• For example, word “writing” occurred in August 2020 8 times across 1279 total occurrences, therefore the TF = 8/1271 = 0.0063. The IDF is log() of ratio of all documents / documents containing a given word. In this case “writing” occurred in 6 documents out of 8 (documents = months), hence IDF = log(8/6) = 0.29. Finally, the TF-IDF = 0.29*0.0063 = 0.0018. The formula works in the way that rare words have higher importance (i.e., larger tf-idf means higher importance) and words that are very frequent are weighted down. IDF is therefore low for high occurring words such as stop words.

token_words %>%
          month_date = paste0(year(created_at), " ", months.Date(created_at)),
          month_date = factor(month_date, levels = date_ym_fct,
                              date_ym_fct, ordered = TRUE)) %>% 
     count(word, month_date, sort = TRUE) %>%
          total = sum(n),
          word = reorder(word, n),
          proportion = n / sum(n)) %>%
     bind_tf_idf(word, month_date, n) %>%
  • Sentiment analysis

    • Sentiment analysis is really just an extension of a dictionary approach. The idea is to associate each words with certain category of sentiment, for example “good” will be categorised as positive. The way it works in tidytext is that each words is inner_join to a group in sentiment dictionary. It can then be counted how many positive words occurred or what was the ratio of positive / negative.
bing <- get_sentiments("bing")

sentiment_token_overall <-  token_words %>%
        inner_join(bing) %>%
        count(word, sentiment, sort = TRUE) %>%
             rownumber = row_number(),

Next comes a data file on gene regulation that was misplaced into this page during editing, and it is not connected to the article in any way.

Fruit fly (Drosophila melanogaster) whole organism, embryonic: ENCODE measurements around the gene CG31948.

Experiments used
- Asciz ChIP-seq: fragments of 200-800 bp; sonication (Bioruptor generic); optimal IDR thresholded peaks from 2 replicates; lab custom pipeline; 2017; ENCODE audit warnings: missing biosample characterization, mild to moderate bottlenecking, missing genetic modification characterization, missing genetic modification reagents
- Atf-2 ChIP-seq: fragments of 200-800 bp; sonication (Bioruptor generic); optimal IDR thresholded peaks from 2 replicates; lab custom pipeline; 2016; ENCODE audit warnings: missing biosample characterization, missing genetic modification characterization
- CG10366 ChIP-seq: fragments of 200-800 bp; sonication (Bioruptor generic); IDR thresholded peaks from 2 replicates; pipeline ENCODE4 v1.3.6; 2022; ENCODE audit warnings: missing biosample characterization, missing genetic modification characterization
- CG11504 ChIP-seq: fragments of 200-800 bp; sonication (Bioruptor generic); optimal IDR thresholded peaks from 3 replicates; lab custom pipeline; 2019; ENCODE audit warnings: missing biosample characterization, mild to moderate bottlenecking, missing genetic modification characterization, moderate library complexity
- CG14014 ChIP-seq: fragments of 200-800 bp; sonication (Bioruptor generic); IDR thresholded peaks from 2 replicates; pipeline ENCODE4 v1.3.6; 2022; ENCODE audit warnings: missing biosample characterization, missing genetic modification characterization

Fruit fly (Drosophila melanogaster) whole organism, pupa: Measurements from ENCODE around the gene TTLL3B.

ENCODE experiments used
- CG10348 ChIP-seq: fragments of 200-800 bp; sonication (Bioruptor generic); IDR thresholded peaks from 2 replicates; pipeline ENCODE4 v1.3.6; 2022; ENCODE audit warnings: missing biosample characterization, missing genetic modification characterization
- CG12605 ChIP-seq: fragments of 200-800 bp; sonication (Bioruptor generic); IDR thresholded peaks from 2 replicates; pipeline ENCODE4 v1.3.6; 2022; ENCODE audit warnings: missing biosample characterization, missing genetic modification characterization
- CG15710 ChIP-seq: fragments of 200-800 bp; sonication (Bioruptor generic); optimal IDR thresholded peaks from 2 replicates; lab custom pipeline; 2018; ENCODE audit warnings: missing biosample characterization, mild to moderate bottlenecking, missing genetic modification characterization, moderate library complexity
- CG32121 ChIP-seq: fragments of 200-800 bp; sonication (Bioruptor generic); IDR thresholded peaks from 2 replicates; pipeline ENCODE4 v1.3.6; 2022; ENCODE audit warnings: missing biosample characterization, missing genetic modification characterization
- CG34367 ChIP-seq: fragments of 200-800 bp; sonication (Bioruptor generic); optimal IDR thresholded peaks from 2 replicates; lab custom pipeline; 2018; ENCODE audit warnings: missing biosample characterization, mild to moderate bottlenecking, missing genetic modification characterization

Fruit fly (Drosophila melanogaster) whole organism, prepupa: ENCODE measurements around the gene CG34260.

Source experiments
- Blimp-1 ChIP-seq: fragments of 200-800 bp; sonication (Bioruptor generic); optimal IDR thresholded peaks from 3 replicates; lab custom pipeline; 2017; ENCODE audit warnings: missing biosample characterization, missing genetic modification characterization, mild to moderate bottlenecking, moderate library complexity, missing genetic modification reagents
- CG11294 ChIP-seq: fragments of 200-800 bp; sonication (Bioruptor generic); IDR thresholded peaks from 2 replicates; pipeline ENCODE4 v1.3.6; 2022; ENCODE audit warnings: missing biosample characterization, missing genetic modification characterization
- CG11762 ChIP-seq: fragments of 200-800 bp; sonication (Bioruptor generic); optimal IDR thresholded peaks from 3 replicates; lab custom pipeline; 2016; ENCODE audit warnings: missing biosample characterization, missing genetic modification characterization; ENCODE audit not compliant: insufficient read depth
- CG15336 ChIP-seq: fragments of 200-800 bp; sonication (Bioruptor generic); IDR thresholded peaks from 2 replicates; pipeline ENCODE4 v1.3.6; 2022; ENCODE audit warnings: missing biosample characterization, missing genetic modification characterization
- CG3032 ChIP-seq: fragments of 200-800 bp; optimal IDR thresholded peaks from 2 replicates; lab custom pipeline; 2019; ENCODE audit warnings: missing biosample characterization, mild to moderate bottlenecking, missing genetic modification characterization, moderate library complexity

total = sum(n),
             word = reorder(word, n),
             proportion = n / sum(n))

Presenting Text Analysis using ggplot2

The last section will present the text analysing of the corpus. I aim to deliver these results by presenting less text and more visuals, therefore, I will comment scarcely. If you want to see how each visual was produced, please see the following code.

I will present distribution of the token, frequencies, TF-IDF, and conclude with sentiment analysis.

Distribution of Tokens

The first thing I look at is histogram showing a distribution of how many times words occurred in the corpus. The histogram shows that words typically occurred only once and only on rare occasions occurred more than that. This is fairly typical for analysis of text (many words occurs few times, and few occur many times).

This is often subject of further research as it is interesting to look at relationship between word frequency and its rank. Below, I am illustrating this using a classical example known as Zipf’s Law.

Zipf’s law states that the frequency that a word appears is inversely proportional to its rank.

Frequencies of Word and Sentence Tokens

An elegant way to present data from text analysis is to show how many times certain tokens (words or sentences) occurred, what percentage of corpus did a particular word cover, and illustrate examples of common and rare words.

I show below frequency and relative frequency of word tokens, and sample of sentences in relationship to their length.